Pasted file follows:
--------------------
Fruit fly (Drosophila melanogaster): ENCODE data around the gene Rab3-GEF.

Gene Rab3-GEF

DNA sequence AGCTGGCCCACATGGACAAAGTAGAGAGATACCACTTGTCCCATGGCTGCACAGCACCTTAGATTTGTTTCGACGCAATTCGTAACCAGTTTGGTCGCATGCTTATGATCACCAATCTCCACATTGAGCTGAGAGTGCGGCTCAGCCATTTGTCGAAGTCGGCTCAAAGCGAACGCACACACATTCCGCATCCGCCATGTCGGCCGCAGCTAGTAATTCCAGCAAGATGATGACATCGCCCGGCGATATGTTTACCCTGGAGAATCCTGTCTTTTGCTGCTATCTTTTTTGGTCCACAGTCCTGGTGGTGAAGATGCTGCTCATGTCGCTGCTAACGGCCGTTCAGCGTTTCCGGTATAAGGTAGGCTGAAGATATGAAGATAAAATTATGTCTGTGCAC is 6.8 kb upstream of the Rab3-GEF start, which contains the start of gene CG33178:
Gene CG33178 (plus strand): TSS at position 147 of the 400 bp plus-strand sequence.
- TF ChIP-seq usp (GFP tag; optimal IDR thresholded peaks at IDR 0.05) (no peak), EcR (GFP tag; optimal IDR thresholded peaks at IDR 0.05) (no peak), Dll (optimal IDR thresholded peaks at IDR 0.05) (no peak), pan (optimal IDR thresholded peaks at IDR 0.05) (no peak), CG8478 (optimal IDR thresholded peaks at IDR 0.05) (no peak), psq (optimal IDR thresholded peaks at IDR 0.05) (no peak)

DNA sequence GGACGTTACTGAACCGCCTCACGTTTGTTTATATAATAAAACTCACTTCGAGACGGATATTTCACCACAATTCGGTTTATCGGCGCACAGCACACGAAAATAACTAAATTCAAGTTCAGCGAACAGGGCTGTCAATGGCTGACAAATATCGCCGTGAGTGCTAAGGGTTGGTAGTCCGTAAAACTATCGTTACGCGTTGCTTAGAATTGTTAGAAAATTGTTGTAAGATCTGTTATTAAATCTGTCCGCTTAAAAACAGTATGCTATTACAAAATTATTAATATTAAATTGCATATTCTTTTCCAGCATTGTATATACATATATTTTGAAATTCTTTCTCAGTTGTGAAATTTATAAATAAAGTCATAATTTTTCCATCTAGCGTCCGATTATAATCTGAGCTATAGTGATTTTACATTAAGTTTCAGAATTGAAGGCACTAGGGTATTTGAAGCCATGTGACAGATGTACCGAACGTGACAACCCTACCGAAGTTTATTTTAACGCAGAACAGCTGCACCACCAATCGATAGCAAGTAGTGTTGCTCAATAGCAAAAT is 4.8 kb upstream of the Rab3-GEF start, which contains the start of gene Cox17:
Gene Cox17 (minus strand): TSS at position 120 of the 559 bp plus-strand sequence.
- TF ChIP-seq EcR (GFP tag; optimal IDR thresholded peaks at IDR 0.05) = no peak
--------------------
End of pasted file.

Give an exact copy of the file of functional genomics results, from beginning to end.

Fruit fly (Drosophila melanogaster): ENCODE data around the gene Rab3-GEF.

Gene Rab3-GEF

DNA sequence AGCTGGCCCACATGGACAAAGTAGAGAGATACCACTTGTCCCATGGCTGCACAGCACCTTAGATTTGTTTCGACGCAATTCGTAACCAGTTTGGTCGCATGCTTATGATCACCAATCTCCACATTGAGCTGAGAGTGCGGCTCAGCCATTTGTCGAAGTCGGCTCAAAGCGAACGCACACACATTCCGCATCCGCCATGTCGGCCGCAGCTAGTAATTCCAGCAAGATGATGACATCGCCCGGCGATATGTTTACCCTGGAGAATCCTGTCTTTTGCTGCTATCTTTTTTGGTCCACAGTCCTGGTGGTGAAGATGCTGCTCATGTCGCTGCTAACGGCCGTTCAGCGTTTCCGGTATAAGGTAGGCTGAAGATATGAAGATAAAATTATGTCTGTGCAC is 6.8 kb upstream of the Rab3-GEF start, which contains the start of gene CG33178:
Gene CG33178 (plus strand): TSS at position 147 of the 400 bp plus-strand sequence.
- TF ChIP-seq usp (GFP tag; optimal IDR thresholded peaks at IDR 0.05) (no peak), EcR (GFP tag; optimal IDR thresholded peaks at IDR 0.05) (no peak), Dll (optimal IDR thresholded peaks at IDR 0.05) (no peak), pan (optimal IDR thresholded peaks at IDR 0.05) (no peak), CG8478 (optimal IDR thresholded peaks at IDR 0.05) (no peak), psq (optimal IDR thresholded peaks at IDR 0.05) (no peak)

DNA sequence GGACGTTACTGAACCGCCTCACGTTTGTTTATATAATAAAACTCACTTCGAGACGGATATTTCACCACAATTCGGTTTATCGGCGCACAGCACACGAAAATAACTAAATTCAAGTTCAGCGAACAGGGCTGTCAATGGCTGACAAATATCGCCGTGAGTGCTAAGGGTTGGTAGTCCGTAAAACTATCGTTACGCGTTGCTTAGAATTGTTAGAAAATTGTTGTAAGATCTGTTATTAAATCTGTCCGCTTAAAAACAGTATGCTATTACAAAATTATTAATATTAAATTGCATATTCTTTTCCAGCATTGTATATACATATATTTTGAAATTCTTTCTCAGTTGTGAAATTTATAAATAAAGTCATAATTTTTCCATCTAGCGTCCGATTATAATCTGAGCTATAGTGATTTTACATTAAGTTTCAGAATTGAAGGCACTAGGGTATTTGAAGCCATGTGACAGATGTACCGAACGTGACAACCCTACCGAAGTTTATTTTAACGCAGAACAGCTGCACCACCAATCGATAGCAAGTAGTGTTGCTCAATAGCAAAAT is 4.8 kb upstream of the Rab3-GEF start, which contains the start of gene Cox17:
Gene Cox17 (minus strand): TSS at position 120 of the 559 bp plus-strand sequence.
- TF ChIP-seq EcR (GFP tag; optimal IDR thresholded peaks at IDR 0.05) = no peak